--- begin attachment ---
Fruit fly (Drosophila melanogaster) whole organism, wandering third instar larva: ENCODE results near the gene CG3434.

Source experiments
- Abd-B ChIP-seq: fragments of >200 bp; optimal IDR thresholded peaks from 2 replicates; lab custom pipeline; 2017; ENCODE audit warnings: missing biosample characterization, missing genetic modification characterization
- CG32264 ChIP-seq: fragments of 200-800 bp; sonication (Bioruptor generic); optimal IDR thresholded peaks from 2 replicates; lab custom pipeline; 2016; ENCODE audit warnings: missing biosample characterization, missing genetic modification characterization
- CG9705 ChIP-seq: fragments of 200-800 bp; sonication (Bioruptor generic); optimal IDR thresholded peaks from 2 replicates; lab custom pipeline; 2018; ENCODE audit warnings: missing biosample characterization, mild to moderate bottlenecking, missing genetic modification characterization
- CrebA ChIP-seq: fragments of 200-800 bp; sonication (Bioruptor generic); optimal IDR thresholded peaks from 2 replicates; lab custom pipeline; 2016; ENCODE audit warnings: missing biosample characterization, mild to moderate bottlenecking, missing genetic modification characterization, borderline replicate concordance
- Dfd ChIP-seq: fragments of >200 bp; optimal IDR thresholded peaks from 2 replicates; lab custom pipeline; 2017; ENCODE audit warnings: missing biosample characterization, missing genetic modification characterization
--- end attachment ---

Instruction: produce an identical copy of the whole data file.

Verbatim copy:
Fruit fly (Drosophila melanogaster) whole organism, wandering third instar larva: ENCODE results near the gene CG3434.

Source experiments
- Abd-B ChIP-seq: fragments of >200 bp; optimal IDR thresholded peaks from 2 replicates; lab custom pipeline; 2017; ENCODE audit warnings: missing biosample characterization, missing genetic modification characterization
- CG32264 ChIP-seq: fragments of 200-800 bp; sonication (Bioruptor generic); optimal IDR thresholded peaks from 2 replicates; lab custom pipeline; 2016; ENCODE audit warnings: missing biosample characterization, missing genetic modification characterization
- CG9705 ChIP-seq: fragments of 200-800 bp; sonication (Bioruptor generic); optimal IDR thresholded peaks from 2 replicates; lab custom pipeline; 2018; ENCODE audit warnings: missing biosample characterization, mild to moderate bottlenecking, missing genetic modification characterization
- CrebA ChIP-seq: fragments of 200-800 bp; sonication (Bioruptor generic); optimal IDR thresholded peaks from 2 replicates; lab custom pipeline; 2016; ENCODE audit warnings: missing biosample characterization, mild to moderate bottlenecking, missing genetic modification characterization, borderline replicate concordance
- Dfd ChIP-seq: fragments of >200 bp; optimal IDR thresholded peaks from 2 replicates; lab custom pipeline; 2017; ENCODE audit warnings: missing biosample characterization, missing genetic modification characterization